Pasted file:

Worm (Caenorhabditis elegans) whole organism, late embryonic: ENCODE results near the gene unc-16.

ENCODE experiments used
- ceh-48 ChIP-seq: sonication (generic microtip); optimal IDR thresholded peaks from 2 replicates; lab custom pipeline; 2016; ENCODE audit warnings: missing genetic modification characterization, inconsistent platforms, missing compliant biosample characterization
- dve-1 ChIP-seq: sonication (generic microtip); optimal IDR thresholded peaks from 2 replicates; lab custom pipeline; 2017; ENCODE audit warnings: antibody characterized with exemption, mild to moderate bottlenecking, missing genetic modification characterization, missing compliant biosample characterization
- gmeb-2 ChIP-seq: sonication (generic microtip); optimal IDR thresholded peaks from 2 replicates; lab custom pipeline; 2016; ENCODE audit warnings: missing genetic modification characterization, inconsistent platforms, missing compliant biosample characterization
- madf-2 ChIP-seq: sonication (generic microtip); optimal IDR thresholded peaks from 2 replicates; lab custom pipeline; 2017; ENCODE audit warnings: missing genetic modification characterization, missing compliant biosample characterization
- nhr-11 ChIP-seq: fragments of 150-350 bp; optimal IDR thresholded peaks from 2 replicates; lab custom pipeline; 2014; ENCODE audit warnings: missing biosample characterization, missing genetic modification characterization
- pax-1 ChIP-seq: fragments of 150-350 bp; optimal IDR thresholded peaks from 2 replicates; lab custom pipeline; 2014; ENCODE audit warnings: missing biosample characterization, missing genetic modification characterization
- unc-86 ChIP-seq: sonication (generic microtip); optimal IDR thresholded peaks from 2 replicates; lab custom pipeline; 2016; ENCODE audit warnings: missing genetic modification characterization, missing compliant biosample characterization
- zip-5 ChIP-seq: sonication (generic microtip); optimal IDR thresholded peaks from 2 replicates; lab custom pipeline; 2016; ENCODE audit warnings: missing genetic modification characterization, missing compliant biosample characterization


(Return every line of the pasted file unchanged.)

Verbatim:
Worm (Caenorhabditis elegans) whole organism, late embryonic: ENCODE results near the gene unc-16.

ENCODE experiments used
- ceh-48 ChIP-seq: sonication (generic microtip); optimal IDR thresholded peaks from 2 replicates; lab custom pipeline; 2016; ENCODE audit warnings: missing genetic modification characterization, inconsistent platforms, missing compliant biosample characterization
- dve-1 ChIP-seq: sonication (generic microtip); optimal IDR thresholded peaks from 2 replicates; lab custom pipeline; 2017; ENCODE audit warnings: antibody characterized with exemption, mild to moderate bottlenecking, missing genetic modification characterization, missing compliant biosample characterization
- gmeb-2 ChIP-seq: sonication (generic microtip); optimal IDR thresholded peaks from 2 replicates; lab custom pipeline; 2016; ENCODE audit warnings: missing genetic modification characterization, inconsistent platforms, missing compliant biosample characterization
- madf-2 ChIP-seq: sonication (generic microtip); optimal IDR thresholded peaks from 2 replicates; lab custom pipeline; 2017; ENCODE audit warnings: missing genetic modification characterization, missing compliant biosample characterization
- nhr-11 ChIP-seq: fragments of 150-350 bp; optimal IDR thresholded peaks from 2 replicates; lab custom pipeline; 2014; ENCODE audit warnings: missing biosample characterization, missing genetic modification characterization
- pax-1 ChIP-seq: fragments of 150-350 bp; optimal IDR thresholded peaks from 2 replicates; lab custom pipeline; 2014; ENCODE audit warnings: missing biosample characterization, missing genetic modification characterization
- unc-86 ChIP-seq: sonication (generic microtip); optimal IDR thresholded peaks from 2 replicates; lab custom pipeline; 2016; ENCODE audit warnings: missing genetic modification characterization, missing compliant biosample characterization
- zip-5 ChIP-seq: sonication (generic microtip); optimal IDR thresholded peaks from 2 replicates; lab custom pipeline; 2016; ENCODE audit warnings: missing genetic modification characterization, missing compliant biosample characterization